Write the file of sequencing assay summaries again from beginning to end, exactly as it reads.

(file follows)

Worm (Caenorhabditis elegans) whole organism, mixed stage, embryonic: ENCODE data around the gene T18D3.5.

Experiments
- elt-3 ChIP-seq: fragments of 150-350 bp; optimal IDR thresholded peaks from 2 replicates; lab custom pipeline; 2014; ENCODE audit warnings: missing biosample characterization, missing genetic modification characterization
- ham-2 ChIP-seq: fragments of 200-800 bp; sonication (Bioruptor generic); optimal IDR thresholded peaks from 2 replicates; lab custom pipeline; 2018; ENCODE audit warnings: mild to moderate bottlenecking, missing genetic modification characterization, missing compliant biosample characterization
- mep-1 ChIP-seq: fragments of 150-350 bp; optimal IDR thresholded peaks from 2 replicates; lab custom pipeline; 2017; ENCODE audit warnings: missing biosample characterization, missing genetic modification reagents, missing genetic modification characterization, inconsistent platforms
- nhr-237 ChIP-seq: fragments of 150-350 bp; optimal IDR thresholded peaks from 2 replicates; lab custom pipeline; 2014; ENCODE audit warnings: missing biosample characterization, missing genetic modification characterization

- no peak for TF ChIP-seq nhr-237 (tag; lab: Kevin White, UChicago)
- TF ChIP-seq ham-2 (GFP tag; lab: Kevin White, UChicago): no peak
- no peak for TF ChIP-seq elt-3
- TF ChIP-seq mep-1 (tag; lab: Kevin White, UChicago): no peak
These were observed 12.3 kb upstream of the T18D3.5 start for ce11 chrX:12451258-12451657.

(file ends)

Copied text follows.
Worm (Caenorhabditis elegans) whole organism, mixed stage, embryonic: ENCODE data around the gene T18D3.5.

Experiments
- elt-3 ChIP-seq: fragments of 150-350 bp; optimal IDR thresholded peaks from 2 replicates; lab custom pipeline; 2014; ENCODE audit warnings: missing biosample characterization, missing genetic modification characterization
- ham-2 ChIP-seq: fragments of 200-800 bp; sonication (Bioruptor generic); optimal IDR thresholded peaks from 2 replicates; lab custom pipeline; 2018; ENCODE audit warnings: mild to moderate bottlenecking, missing genetic modification characterization, missing compliant biosample characterization
- mep-1 ChIP-seq: fragments of 150-350 bp; optimal IDR thresholded peaks from 2 replicates; lab custom pipeline; 2017; ENCODE audit warnings: missing biosample characterization, missing genetic modification reagents, missing genetic modification characterization, inconsistent platforms
- nhr-237 ChIP-seq: fragments of 150-350 bp; optimal IDR thresholded peaks from 2 replicates; lab custom pipeline; 2014; ENCODE audit warnings: missing biosample characterization, missing genetic modification characterization

- no peak for TF ChIP-seq nhr-237 (tag; lab: Kevin White, UChicago)
- TF ChIP-seq ham-2 (GFP tag; lab: Kevin White, UChicago): no peak
- no peak for TF ChIP-seq elt-3
- TF ChIP-seq mep-1 (tag; lab: Kevin White, UChicago): no peak
These were observed 12.3 kb upstream of the T18D3.5 start for ce11 chrX:12451258-12451657.